Mengniu Plans More Raw Milk Bases

CHINA - Liquid milk producer China Mengniu Dairy will invest more this year to expand raw milk bases in the country, according to a senior executive.
calendar icon 20 April 2009
clock icon 2 minute read

"Mengniu plans to pour more money to acquire shares in existing pastures or build up its own pastures," Executive Director and Vice-President Yang Wenjun told reporters on Friday at the sidelines of the eighth Boao Forum for Asia Annual Conference in Hainan province.

The company aims to increase the number of its mega-size pastures, each of which can house up to 10,000 cows, to 20 over the next three years. It currently has seven such pastures in Inner Mongolia, Shandong, Heilongjiang and Anhui.

By having more mega self-controlled pastures, the company plans to increase raw milk production and also ensure quality.

Self-controlled pastures, which can house between 4,000 to 10,000 cows, accounts for two-thirds of the company's total milk supplies.

The tainted milk scandal that surfaced in September last year affected most of the milk producers in the country. While Hebei Sanlu was declared bankrupt, the scandal seriously tarnished the image of Mengniu Dairy Group and Yili Industrial Group, both based in the Inner Mongolia autonomous region.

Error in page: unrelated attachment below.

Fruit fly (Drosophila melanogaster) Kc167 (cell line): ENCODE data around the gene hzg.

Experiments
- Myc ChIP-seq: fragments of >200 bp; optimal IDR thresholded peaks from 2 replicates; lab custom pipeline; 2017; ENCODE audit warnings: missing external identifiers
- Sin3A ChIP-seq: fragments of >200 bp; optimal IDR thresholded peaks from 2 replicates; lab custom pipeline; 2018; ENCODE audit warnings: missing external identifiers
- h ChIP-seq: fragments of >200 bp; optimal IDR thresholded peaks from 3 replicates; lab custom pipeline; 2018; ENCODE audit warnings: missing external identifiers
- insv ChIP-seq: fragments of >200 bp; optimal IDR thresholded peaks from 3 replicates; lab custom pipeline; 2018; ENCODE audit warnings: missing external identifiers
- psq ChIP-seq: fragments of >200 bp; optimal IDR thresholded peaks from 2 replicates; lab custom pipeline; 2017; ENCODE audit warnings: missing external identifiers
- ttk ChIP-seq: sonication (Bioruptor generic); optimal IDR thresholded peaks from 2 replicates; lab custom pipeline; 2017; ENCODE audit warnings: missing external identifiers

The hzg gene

Consequently Mengniu posted a net loss of 948.6 million yuan in 2008, its first loss since listing in Hong Kong in 2004. The company also decided not to pay a final dividend this year.

Yang declined to answer queries on the outlook for this year, but said sales of milk products have already recovered to 80 percent of the levels it had before the milk scandal broke out.

However, insiders and experts remain prudent on sales prospects this year. Jiang Zhihui, analyst with Daoheng Securities said the company will not record substantial revenue losses but its margins are expected to drop further this year.

Wang Dingmian, an official with Dairy Association of China, expressed the view that the company may see further losses this year.

Despite the weakening confidence of domestic consumers, Yang expected "the country's dairy market to expand at a rather high speed - one or two times the country's GDP growth".

He said the global financial crisis has had little impact on sales of dairy and food products.

TheCattleSite News Desk

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